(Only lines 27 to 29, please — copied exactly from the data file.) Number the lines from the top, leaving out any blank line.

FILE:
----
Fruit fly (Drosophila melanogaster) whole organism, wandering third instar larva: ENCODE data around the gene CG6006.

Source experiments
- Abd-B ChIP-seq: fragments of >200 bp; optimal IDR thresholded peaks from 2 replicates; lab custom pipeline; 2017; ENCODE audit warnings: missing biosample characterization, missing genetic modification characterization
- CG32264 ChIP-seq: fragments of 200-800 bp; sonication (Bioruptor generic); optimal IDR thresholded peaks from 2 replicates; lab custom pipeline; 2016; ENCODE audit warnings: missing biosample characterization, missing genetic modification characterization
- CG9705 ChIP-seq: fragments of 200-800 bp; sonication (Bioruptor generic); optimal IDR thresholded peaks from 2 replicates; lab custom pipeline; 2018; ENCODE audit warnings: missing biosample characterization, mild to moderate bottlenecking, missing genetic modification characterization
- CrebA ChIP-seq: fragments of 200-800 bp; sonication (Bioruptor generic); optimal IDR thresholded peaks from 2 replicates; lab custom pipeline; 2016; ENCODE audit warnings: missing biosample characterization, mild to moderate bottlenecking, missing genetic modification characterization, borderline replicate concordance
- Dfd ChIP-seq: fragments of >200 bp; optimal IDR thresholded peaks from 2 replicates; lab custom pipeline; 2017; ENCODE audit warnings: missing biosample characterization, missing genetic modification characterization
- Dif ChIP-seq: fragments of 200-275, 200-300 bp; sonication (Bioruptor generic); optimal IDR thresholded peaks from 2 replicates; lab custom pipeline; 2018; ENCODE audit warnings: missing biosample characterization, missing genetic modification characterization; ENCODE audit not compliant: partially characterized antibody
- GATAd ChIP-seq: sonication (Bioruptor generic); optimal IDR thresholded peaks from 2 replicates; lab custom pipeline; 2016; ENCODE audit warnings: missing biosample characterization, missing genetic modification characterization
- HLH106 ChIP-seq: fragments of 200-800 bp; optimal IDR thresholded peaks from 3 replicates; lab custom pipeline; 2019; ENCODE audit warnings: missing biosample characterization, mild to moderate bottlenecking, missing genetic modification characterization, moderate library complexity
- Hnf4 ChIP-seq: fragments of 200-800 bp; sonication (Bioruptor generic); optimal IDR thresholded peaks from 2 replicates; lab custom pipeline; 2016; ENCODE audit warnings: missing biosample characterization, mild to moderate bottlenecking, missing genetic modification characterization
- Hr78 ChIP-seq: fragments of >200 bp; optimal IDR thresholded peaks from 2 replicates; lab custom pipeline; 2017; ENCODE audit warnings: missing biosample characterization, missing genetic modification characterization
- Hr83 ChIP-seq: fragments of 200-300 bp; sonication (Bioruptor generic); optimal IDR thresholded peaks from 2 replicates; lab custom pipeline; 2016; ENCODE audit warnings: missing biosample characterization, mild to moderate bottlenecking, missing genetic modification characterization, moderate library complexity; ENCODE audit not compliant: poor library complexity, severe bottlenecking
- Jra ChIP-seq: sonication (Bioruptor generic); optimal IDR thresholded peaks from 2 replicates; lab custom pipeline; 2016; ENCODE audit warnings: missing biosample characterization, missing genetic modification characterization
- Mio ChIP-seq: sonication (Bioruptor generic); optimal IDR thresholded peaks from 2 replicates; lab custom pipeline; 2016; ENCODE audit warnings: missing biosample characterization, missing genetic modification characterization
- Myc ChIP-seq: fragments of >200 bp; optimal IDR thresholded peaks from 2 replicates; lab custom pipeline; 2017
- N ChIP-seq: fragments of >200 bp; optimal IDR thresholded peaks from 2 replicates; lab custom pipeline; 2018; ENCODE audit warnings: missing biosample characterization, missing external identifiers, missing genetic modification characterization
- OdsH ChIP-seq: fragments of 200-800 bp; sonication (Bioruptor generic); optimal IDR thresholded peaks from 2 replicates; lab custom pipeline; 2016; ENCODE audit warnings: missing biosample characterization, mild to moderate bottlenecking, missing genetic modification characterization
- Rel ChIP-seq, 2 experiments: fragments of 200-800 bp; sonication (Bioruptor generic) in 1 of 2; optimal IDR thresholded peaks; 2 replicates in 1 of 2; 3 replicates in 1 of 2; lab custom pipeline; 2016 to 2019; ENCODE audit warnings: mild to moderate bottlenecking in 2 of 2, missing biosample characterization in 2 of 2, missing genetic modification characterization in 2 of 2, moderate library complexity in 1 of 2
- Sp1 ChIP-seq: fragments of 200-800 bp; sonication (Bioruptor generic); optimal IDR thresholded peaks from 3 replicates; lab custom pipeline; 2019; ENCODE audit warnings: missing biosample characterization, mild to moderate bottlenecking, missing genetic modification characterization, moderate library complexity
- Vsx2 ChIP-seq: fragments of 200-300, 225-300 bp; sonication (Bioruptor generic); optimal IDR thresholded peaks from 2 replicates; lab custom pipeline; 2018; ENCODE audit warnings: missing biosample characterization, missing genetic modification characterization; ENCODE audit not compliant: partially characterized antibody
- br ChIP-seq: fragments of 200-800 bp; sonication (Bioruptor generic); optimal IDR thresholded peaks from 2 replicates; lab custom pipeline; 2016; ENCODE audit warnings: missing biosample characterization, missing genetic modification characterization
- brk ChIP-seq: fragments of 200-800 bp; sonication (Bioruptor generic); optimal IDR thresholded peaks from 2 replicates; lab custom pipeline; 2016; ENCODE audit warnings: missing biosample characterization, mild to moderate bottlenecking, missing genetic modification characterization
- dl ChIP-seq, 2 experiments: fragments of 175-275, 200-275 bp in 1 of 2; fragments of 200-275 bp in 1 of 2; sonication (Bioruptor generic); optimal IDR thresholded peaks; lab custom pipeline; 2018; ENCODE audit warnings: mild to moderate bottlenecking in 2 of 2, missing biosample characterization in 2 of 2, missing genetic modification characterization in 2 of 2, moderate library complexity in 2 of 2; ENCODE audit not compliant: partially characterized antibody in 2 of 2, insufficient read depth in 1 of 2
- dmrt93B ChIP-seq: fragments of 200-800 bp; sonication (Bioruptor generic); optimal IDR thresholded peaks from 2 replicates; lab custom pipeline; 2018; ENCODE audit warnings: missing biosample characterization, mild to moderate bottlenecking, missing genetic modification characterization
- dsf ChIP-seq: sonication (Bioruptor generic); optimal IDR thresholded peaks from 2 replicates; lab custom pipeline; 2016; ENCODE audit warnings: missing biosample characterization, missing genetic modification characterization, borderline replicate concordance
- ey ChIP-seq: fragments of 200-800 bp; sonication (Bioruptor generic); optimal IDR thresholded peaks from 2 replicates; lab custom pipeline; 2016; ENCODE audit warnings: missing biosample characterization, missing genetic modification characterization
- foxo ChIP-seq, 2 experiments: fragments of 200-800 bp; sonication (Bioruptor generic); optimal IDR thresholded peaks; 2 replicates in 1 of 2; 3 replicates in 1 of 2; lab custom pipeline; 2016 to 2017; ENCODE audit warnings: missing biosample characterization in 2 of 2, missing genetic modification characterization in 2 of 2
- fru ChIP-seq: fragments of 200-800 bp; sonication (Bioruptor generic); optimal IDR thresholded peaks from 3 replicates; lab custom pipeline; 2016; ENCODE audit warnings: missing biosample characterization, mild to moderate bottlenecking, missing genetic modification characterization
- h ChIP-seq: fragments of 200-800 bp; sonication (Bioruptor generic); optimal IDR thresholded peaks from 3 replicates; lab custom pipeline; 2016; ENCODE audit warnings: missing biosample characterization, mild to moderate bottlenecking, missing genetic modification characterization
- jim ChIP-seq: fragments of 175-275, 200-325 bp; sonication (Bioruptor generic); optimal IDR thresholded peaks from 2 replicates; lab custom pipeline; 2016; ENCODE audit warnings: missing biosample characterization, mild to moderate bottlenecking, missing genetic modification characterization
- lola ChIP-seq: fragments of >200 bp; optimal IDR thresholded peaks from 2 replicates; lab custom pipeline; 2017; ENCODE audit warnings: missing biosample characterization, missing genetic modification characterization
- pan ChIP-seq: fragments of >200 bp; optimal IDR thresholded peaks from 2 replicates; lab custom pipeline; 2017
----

- ey ChIP-seq: fragments of 200-800 bp; sonication (Bioruptor generic); optimal IDR thresholded peaks from 2 replicates; lab custom pipeline; 2016; ENCODE audit warnings: missing biosample characterization, missing genetic modification characterization
- foxo ChIP-seq, 2 experiments: fragments of 200-800 bp; sonication (Bioruptor generic); optimal IDR thresholded peaks; 2 replicates in 1 of 2; 3 replicates in 1 of 2; lab custom pipeline; 2016 to 2017; ENCODE audit warnings: missing biosample characterization in 2 of 2, missing genetic modification characterization in 2 of 2
- fru ChIP-seq: fragments of 200-800 bp; sonication (Bioruptor generic); optimal IDR thresholded peaks from 3 replicates; lab custom pipeline; 2016; ENCODE audit warnings: missing biosample characterization, mild to moderate bottlenecking, missing genetic modification characterization